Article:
Introductory Credit Card Offers As Profit: Risks and Rewards

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One advantage of building a strong credit rating is that you begin to receive many credit card offers with introductory 0% APR for six months or a year. These cards are great if you’re carrying a balance on another card; request a balance transfer when you sign up and the interest goes away.

Of course, any time that a bank offers to save you money, there is a way to use that offer to make money for yourself. First, apply for a credit card where you can get a strong credit limit. This first card is not as important as the others; don’t worry too much about a long-term APY. As soon as the card is opened, withdraw as much as you can as a cash withdrawal from the card and deposit that amount in a high-yield savings account. Then, obtain a second card, this one with a long-term introductory 0% APY, and transfer the balance from the first card onto the second one.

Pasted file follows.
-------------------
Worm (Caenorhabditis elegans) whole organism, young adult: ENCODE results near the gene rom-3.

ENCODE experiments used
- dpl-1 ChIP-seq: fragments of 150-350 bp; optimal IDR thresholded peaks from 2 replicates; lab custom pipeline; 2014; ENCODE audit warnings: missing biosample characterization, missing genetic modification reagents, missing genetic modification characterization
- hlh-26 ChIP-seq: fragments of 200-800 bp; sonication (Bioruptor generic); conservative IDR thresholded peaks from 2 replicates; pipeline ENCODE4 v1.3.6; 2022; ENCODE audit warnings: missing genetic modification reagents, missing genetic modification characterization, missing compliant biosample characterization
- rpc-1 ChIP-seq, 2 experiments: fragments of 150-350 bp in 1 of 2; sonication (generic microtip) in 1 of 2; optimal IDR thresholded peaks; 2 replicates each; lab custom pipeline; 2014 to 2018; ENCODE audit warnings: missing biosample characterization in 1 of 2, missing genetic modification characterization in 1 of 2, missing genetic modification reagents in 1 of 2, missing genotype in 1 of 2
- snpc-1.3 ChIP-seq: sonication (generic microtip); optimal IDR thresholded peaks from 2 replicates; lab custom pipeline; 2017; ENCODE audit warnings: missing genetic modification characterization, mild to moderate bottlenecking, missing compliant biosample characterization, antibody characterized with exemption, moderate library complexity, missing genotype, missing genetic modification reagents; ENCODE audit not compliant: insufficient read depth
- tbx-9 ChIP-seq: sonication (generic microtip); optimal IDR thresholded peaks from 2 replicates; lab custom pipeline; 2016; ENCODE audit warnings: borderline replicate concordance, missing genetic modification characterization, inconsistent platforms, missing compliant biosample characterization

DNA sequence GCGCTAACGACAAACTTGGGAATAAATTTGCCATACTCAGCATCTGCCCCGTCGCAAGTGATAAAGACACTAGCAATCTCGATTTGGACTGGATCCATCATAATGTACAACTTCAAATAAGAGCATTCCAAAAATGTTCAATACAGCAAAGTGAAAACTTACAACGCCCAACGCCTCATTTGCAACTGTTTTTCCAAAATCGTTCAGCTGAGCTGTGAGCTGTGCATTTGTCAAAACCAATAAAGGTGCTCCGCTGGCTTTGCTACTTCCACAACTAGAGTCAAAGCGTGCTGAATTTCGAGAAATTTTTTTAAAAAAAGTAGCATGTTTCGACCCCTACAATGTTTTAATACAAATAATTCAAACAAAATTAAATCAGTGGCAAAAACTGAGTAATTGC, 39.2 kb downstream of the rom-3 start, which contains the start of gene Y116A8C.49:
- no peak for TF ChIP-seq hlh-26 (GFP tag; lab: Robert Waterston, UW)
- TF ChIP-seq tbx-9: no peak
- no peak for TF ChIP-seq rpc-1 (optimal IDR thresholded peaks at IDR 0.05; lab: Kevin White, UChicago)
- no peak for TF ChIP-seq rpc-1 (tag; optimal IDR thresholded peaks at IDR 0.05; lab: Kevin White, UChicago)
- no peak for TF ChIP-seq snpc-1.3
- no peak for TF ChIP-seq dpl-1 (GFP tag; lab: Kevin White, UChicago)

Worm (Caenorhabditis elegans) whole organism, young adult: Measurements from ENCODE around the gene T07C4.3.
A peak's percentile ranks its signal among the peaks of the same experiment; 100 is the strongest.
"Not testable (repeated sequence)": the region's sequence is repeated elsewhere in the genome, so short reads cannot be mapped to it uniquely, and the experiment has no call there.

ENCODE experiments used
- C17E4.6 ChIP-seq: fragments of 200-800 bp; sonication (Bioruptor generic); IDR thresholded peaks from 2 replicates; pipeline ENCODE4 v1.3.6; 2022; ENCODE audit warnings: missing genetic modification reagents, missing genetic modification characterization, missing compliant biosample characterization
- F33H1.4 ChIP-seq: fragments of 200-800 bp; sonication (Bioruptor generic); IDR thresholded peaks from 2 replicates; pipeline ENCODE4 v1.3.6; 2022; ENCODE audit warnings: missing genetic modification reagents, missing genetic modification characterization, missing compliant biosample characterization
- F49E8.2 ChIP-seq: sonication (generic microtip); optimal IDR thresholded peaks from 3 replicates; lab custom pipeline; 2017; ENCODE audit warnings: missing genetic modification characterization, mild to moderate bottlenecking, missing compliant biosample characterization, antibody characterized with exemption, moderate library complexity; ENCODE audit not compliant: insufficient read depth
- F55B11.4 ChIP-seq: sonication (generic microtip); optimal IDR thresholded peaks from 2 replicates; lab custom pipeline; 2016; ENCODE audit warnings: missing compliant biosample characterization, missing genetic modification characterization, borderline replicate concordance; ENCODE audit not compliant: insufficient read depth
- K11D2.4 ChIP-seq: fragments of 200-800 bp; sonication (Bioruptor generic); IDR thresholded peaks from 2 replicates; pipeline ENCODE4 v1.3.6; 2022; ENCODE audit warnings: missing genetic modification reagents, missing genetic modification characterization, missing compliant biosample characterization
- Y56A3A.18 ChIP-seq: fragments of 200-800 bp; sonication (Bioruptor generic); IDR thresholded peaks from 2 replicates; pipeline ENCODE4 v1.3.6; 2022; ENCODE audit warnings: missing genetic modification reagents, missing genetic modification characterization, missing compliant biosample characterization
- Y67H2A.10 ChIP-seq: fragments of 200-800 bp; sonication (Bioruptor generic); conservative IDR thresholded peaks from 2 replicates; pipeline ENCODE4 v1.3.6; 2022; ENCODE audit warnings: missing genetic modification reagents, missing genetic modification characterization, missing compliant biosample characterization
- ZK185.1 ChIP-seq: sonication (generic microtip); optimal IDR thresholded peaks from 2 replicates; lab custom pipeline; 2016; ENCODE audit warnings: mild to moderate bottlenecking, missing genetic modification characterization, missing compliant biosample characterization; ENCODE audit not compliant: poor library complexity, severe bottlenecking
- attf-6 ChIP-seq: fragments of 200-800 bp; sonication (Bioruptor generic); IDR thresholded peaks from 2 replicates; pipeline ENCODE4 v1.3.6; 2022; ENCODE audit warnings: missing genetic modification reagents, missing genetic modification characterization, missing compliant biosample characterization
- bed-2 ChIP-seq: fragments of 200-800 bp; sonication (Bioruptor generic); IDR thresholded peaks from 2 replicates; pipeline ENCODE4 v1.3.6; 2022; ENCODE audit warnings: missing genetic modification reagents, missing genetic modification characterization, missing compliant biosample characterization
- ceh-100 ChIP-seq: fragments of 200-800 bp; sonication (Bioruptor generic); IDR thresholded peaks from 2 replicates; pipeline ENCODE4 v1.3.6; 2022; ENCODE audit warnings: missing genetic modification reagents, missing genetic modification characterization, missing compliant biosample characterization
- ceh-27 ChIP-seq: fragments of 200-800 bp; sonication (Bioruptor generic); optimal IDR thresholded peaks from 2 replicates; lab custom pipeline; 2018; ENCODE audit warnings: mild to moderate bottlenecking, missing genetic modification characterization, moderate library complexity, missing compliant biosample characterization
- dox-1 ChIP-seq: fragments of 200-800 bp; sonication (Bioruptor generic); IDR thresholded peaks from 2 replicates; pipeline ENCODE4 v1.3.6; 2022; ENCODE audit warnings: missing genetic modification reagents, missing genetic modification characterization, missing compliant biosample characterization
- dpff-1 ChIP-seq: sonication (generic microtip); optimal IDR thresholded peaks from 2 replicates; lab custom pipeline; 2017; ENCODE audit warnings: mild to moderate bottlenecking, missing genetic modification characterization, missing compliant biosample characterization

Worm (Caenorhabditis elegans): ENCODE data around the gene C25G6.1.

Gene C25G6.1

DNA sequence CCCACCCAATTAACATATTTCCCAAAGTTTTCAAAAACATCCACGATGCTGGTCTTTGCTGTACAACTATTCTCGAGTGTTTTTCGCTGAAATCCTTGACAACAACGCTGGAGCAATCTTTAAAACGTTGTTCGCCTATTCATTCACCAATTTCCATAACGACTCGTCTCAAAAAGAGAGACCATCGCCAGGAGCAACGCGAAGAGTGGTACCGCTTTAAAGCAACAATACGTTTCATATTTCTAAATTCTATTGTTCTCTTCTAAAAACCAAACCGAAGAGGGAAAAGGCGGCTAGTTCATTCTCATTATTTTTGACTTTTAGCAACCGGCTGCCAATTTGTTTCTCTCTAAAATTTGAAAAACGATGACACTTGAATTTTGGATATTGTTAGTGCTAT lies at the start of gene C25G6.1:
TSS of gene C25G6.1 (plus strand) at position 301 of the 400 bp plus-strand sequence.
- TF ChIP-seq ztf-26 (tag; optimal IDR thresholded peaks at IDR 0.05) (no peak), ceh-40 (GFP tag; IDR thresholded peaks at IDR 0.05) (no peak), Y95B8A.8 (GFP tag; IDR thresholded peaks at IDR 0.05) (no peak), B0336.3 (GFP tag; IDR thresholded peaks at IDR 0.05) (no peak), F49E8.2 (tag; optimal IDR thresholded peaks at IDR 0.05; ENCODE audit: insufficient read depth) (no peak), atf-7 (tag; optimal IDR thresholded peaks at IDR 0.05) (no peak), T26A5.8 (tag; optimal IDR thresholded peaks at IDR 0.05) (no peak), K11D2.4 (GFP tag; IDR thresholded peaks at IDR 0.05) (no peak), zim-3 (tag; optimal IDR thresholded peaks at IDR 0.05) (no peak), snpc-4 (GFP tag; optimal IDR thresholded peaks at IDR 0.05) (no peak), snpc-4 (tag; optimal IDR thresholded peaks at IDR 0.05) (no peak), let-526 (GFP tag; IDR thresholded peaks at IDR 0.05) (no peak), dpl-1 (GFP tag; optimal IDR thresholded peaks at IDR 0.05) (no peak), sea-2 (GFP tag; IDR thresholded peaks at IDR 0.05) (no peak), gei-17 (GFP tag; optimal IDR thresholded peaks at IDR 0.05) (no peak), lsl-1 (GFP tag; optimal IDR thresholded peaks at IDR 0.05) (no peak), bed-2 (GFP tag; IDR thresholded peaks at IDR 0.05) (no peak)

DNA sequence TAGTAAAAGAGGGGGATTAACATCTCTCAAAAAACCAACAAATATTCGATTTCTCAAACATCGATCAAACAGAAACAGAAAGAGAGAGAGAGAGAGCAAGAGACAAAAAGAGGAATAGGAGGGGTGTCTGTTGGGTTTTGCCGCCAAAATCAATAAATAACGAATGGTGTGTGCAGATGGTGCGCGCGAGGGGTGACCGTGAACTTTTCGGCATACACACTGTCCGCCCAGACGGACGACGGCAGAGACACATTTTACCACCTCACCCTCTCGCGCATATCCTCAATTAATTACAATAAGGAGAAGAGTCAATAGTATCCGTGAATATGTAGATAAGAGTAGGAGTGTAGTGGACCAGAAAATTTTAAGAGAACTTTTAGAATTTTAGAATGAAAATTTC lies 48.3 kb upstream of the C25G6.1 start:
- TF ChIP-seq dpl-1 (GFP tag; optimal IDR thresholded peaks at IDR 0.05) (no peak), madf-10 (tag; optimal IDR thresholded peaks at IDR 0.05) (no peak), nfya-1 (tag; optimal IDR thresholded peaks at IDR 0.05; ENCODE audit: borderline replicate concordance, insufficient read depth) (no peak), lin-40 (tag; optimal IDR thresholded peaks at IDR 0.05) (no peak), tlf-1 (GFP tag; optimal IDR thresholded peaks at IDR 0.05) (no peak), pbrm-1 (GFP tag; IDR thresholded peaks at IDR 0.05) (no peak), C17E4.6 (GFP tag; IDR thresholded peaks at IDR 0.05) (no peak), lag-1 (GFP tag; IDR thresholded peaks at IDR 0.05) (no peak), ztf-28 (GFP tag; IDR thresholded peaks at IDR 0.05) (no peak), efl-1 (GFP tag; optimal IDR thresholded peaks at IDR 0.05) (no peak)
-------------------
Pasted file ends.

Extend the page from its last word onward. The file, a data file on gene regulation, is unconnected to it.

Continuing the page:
Let’s say that the first card allows you to get a $3,000 cash withdrawal and then you transfer that balance at 0% APR for a year onto the second card. If you put that money into HSBC Direct, earning 5.05% APY, you’ll earn $151.50 for spending an hour or so juggling cards. Plus, at the end of the year, you can get a cash advance from this second card, then transfer that entire balance to a third card, where it can sit for a year. If you can get another $3,000 advance, then transfer and wait another year, you’ve made a total of $462.15 for maybe two hours worth of work. If your credit is strong, you may be able to get even larger advances and thus profit more than that.